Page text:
The Metropolitan Police is set to cut mental health crisis callouts after winning an argument with the NHS over professional responses – but have agreed to delay the change by two months.
The force will no longer go to most such calls it receives, instead leaving them for health services, assistant commissioner Matt Twist said.
Senior Met chiefs had set a deadline of 31 August for the change, but after health and social care leaders said they could not meet that, the two sides settled on 31 October after tense behind-the-scenes talks lasting weeks, The Guardian reported.
A formal announcement is expected as soon as Friday, the newspaper said.
From that date, Scotland Yard officers will attend mental emergency calls only if there is a risk to life, a danger to the public or a crime is believed to be taking place. They had argued that such calls were taking up too much of police resources, diverting officers from crime fighting.
Assistant Commissioner Matt Twist told the BBC: “So people have views on the original date of 31 August.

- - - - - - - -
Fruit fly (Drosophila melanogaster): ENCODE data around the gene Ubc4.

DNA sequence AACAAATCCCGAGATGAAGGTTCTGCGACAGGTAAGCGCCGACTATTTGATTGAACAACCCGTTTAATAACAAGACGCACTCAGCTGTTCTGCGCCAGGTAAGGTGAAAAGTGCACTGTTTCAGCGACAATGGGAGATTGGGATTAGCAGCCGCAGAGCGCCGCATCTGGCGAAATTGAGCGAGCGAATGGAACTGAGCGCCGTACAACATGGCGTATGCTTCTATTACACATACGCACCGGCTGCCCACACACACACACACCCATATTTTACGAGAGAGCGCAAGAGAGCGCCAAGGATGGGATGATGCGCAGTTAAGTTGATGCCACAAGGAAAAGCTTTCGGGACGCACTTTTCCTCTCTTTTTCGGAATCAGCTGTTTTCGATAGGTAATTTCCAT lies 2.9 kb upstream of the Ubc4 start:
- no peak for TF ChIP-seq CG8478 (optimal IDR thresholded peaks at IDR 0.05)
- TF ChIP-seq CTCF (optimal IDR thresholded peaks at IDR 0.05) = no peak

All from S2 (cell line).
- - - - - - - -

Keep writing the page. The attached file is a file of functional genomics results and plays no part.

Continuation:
“And when we listened to partners, we got around the table and said, ‘actually we can’t do it by then and we can’t be ready by then but actually, by 31 October we can be’ so why wouldn’t we work together and... for the good of Londoners we’ve pushed it back by two months.
“But actually this is still a really ambitious timeline.”
But in a letter to health and social care services, Sir Mark Rowley, the Met’s chief officer, cited the right care, right person (RCRP) strategy that was implemented by Humberside Police so that mental health calls were dealt with by medical professionals and not officers.
He said his officers spend 10,000 hours a month dealing with mental health issues.
According to the College of Policing, the policy implemented by Humberside Police has saved 1,132 officer hours on average per month and has prompted an average of 508 fewer police deployments per month.
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